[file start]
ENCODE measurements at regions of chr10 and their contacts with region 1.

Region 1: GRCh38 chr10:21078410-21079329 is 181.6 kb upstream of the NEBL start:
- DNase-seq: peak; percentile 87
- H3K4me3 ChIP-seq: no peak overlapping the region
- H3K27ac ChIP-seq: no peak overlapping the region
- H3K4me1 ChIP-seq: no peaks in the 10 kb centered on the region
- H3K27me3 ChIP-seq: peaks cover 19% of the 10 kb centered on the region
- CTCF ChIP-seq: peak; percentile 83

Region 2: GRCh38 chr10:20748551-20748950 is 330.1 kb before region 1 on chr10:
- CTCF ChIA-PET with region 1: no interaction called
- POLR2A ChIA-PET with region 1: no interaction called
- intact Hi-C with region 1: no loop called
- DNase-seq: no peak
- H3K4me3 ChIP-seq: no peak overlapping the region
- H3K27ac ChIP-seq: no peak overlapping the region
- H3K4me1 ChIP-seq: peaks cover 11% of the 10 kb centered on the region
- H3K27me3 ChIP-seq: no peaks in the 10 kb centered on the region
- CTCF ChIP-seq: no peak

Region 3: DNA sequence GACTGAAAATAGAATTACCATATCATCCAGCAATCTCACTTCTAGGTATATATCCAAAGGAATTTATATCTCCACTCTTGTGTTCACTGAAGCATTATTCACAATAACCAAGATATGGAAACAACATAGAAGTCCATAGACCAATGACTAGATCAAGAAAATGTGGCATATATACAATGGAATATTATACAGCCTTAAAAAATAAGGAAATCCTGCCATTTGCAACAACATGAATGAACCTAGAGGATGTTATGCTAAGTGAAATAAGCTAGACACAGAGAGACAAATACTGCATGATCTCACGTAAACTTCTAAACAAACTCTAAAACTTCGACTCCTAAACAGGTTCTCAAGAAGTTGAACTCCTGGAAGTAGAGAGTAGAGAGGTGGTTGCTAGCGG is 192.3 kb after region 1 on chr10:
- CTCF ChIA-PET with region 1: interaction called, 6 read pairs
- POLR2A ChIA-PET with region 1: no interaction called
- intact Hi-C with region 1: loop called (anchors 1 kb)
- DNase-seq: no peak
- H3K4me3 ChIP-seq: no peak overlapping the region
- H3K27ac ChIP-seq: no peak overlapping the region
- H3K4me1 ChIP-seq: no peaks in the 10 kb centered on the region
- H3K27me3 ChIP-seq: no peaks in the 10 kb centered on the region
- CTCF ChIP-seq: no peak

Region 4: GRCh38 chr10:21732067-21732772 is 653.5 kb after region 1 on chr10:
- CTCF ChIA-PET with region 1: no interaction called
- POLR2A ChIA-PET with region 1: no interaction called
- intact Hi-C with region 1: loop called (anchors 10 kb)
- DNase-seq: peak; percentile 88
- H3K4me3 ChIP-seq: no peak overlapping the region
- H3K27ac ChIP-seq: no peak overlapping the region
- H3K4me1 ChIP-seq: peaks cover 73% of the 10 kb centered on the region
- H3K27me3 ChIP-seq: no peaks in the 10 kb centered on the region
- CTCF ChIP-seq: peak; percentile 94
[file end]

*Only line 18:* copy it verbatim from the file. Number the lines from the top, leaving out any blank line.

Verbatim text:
- CTCF ChIP-seq: no peak